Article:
Friday, 16 October 2015

DO WARM PAINTINGS SELL FASTER THAN COOL PAINTINGS?

EXUBRIUM by Sea Dean


I heard an experienced artist utter these words the other day and as usual it got me pondering. I think all artists like Picasso go through their "Blue Period" and I have times when I wallow in the ultramarine hues, but I have to admit that people do tend to buy "happy" paintings more than "moody" ones. The warm palette includes all colours, but slanted towards the warm tones.

Yellow ...
Cool - Cadmium Yellow Light or Lemon
Warm - Indian Yellow

Red ...
Cool - Crimson -
Warm - Cadmium Red Light

Blue ...
Cool - Ultramarine or Cobalt
Warm - Cerulean or Turquoise
VIOLET FRONDS by Sea Dean


I could go on but you get the gist. I think it's always a good idea to make tables with the brands of paint you use and separate them into warm and cool colours because this also has a great influence on your colour mixing. I use two stay-wet palettes, one with warm and one with cool colours so I don't mix them inadvertently.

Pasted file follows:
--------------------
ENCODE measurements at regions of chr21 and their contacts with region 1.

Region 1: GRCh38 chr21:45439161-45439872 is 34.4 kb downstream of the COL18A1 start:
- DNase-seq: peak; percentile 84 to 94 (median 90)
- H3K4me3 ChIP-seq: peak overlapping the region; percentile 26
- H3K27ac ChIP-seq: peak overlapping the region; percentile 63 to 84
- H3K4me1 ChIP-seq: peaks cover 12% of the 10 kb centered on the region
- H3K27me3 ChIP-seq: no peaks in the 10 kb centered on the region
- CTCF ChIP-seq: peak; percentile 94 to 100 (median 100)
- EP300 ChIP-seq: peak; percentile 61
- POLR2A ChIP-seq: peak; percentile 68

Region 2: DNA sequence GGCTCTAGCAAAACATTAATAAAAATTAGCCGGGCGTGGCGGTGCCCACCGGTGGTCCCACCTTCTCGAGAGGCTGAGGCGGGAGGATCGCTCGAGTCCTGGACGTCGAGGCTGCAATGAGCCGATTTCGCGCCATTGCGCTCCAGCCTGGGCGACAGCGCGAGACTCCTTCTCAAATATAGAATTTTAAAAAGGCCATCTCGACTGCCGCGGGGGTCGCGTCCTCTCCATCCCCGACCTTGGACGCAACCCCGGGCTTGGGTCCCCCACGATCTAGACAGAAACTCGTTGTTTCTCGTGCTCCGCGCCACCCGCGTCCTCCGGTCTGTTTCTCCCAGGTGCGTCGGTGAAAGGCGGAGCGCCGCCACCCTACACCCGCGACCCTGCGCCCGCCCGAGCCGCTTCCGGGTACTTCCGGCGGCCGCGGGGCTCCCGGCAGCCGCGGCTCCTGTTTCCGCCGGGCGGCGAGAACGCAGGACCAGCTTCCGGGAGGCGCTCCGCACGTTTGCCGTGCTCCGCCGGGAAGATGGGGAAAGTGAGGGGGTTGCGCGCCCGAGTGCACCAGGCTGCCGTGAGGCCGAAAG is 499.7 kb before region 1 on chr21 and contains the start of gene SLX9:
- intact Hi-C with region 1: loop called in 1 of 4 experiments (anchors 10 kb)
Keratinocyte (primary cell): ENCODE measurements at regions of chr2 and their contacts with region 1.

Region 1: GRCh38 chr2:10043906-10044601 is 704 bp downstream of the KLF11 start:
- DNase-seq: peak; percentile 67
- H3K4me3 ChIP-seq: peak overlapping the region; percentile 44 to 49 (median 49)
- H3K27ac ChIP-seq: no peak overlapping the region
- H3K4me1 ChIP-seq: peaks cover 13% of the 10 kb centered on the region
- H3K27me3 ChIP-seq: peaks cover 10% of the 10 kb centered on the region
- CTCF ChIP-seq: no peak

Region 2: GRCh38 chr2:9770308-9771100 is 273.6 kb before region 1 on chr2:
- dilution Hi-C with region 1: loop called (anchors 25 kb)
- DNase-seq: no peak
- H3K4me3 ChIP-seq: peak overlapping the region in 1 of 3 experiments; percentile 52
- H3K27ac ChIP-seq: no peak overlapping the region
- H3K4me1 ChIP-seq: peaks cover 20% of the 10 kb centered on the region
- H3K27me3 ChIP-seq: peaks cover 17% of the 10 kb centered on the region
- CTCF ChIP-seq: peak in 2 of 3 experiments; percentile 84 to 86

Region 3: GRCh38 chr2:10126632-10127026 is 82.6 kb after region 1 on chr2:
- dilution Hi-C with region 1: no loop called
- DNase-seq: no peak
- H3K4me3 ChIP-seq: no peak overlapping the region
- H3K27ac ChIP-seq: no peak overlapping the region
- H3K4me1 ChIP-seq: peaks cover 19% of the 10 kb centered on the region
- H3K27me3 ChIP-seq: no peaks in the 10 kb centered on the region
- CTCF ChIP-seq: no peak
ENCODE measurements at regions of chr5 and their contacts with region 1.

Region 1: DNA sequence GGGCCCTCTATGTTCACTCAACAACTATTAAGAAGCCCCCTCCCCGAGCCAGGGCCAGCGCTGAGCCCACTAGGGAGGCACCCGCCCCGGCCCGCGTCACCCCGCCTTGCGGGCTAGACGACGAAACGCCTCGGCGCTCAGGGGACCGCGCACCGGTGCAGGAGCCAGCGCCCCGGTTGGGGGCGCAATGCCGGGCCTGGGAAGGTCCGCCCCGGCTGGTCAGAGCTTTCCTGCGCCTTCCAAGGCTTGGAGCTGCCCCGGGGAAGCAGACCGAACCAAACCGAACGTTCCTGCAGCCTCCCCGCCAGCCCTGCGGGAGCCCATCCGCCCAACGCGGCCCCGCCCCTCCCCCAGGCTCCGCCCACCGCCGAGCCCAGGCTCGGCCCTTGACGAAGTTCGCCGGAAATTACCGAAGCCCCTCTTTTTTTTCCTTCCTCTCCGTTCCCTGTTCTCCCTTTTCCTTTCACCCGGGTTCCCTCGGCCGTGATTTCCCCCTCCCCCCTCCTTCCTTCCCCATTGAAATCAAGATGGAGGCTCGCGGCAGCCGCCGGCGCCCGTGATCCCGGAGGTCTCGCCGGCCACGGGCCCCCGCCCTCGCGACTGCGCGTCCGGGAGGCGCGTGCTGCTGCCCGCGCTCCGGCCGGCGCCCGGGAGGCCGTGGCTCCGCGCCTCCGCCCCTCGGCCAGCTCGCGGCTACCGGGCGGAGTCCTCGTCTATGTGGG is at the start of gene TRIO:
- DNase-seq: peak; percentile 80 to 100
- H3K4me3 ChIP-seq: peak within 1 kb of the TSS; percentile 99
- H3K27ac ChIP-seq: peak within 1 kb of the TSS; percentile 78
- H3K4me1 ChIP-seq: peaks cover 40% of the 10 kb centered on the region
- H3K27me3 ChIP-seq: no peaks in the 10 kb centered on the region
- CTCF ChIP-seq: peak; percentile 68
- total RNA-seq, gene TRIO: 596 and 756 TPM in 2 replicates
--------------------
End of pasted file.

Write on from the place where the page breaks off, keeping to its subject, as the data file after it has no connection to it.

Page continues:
I favour complimentary colours to make certain areas pop, so none of my paintings are completely warm or cool, but they are usually predominantly one or the other. Whether it is a landscape or an abstract the interplay between warm and cool can add a dynamic slant to your work.

Above you will see that EXUBRIUM is predominantly warm Cadmium Red Light and Turquoise, but I have used cool Purple and Lemon to add pizzazz. This painting is very red, which would be overpowering if it was a large painting, however framed and placed in a dark corner it works well.

In VIOLET FRONDS the predominant colour is Turquoise which is a warm blue, but the addition of cool Purple, Titanium and Zinc White have kept it icy looking and true to the frosty inspiration photo. Although hard to see, there are accents of warmer white and iridescence which prevent this painting appearing overly blue when viewed in room light.

What is your experience with warm and cool paintings. I would love to hear your views in comments.